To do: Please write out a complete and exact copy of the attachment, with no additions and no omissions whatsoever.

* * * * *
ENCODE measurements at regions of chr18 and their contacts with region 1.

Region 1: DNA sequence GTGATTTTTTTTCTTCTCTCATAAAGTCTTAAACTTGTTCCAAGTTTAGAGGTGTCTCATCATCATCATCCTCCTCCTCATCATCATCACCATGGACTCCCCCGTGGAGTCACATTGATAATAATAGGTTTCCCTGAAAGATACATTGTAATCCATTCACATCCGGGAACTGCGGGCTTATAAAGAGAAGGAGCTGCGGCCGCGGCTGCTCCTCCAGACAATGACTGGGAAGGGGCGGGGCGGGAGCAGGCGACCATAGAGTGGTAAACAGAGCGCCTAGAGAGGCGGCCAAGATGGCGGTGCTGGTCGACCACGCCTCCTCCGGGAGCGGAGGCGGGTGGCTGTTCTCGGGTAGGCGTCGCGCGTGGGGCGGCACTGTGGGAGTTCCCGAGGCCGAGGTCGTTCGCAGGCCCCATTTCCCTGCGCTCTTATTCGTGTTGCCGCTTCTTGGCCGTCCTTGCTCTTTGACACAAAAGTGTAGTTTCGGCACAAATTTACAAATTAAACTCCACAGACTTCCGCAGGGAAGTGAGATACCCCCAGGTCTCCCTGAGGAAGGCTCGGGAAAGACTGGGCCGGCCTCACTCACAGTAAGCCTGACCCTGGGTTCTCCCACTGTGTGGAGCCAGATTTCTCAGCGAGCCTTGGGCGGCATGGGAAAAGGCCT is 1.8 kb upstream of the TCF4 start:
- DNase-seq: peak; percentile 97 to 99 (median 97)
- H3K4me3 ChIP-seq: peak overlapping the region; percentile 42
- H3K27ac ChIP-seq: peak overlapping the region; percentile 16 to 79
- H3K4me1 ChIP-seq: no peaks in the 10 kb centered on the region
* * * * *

ENCODE measurements at regions of chr18 and their contacts with region 1.

Region 1: DNA sequence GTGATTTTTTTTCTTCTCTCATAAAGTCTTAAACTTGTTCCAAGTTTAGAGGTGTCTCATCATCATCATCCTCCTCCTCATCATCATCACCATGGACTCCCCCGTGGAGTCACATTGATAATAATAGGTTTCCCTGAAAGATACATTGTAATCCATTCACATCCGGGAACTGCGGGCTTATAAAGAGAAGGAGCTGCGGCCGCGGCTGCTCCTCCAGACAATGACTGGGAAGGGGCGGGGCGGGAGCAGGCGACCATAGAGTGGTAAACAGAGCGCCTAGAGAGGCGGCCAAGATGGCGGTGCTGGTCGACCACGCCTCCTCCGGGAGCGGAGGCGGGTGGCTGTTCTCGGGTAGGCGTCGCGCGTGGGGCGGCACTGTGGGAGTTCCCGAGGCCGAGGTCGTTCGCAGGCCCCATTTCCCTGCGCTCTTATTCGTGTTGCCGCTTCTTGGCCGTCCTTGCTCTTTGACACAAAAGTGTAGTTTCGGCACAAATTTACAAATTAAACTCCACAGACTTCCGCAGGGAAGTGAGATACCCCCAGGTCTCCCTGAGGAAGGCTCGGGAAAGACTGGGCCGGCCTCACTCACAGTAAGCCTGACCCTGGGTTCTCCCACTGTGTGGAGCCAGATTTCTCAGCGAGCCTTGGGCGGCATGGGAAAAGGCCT is 1.8 kb upstream of the TCF4 start:
- DNase-seq: peak; percentile 97 to 99 (median 97)
- H3K4me3 ChIP-seq: peak overlapping the region; percentile 42
- H3K27ac ChIP-seq: peak overlapping the region; percentile 16 to 79
- H3K4me1 ChIP-seq: no peaks in the 10 kb centered on the region